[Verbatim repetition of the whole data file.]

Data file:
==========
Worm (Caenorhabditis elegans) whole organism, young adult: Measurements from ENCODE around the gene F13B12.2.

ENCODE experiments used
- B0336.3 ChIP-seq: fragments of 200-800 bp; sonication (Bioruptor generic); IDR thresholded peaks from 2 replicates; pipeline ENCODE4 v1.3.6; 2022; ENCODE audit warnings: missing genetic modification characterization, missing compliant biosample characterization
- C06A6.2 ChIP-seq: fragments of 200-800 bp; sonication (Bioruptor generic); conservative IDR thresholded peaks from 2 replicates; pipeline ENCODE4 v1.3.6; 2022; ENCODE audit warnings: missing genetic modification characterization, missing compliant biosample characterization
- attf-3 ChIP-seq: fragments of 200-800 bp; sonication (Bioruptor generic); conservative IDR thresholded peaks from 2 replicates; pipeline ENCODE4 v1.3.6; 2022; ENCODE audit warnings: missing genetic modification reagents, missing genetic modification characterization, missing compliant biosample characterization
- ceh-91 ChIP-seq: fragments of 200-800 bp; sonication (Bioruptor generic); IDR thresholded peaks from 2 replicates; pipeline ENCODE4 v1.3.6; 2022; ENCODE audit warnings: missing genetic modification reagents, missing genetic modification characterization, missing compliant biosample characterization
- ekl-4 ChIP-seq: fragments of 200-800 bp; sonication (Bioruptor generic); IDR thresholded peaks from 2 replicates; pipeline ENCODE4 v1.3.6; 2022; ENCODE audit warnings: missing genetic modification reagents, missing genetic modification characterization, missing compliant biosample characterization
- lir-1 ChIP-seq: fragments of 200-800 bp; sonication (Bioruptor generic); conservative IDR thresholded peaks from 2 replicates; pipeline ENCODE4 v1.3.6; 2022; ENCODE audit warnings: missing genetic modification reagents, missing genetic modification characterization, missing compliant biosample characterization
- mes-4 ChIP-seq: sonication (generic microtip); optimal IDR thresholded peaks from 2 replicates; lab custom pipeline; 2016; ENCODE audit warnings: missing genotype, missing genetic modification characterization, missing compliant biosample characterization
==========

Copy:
Worm (Caenorhabditis elegans) whole organism, young adult: Measurements from ENCODE around the gene F13B12.2.

ENCODE experiments used
- B0336.3 ChIP-seq: fragments of 200-800 bp; sonication (Bioruptor generic); IDR thresholded peaks from 2 replicates; pipeline ENCODE4 v1.3.6; 2022; ENCODE audit warnings: missing genetic modification characterization, missing compliant biosample characterization
- C06A6.2 ChIP-seq: fragments of 200-800 bp; sonication (Bioruptor generic); conservative IDR thresholded peaks from 2 replicates; pipeline ENCODE4 v1.3.6; 2022; ENCODE audit warnings: missing genetic modification characterization, missing compliant biosample characterization
- attf-3 ChIP-seq: fragments of 200-800 bp; sonication (Bioruptor generic); conservative IDR thresholded peaks from 2 replicates; pipeline ENCODE4 v1.3.6; 2022; ENCODE audit warnings: missing genetic modification reagents, missing genetic modification characterization, missing compliant biosample characterization
- ceh-91 ChIP-seq: fragments of 200-800 bp; sonication (Bioruptor generic); IDR thresholded peaks from 2 replicates; pipeline ENCODE4 v1.3.6; 2022; ENCODE audit warnings: missing genetic modification reagents, missing genetic modification characterization, missing compliant biosample characterization
- ekl-4 ChIP-seq: fragments of 200-800 bp; sonication (Bioruptor generic); IDR thresholded peaks from 2 replicates; pipeline ENCODE4 v1.3.6; 2022; ENCODE audit warnings: missing genetic modification reagents, missing genetic modification characterization, missing compliant biosample characterization
- lir-1 ChIP-seq: fragments of 200-800 bp; sonication (Bioruptor generic); conservative IDR thresholded peaks from 2 replicates; pipeline ENCODE4 v1.3.6; 2022; ENCODE audit warnings: missing genetic modification reagents, missing genetic modification characterization, missing compliant biosample characterization
- mes-4 ChIP-seq: sonication (generic microtip); optimal IDR thresholded peaks from 2 replicates; lab custom pipeline; 2016; ENCODE audit warnings: missing genotype, missing genetic modification characterization, missing compliant biosample characterization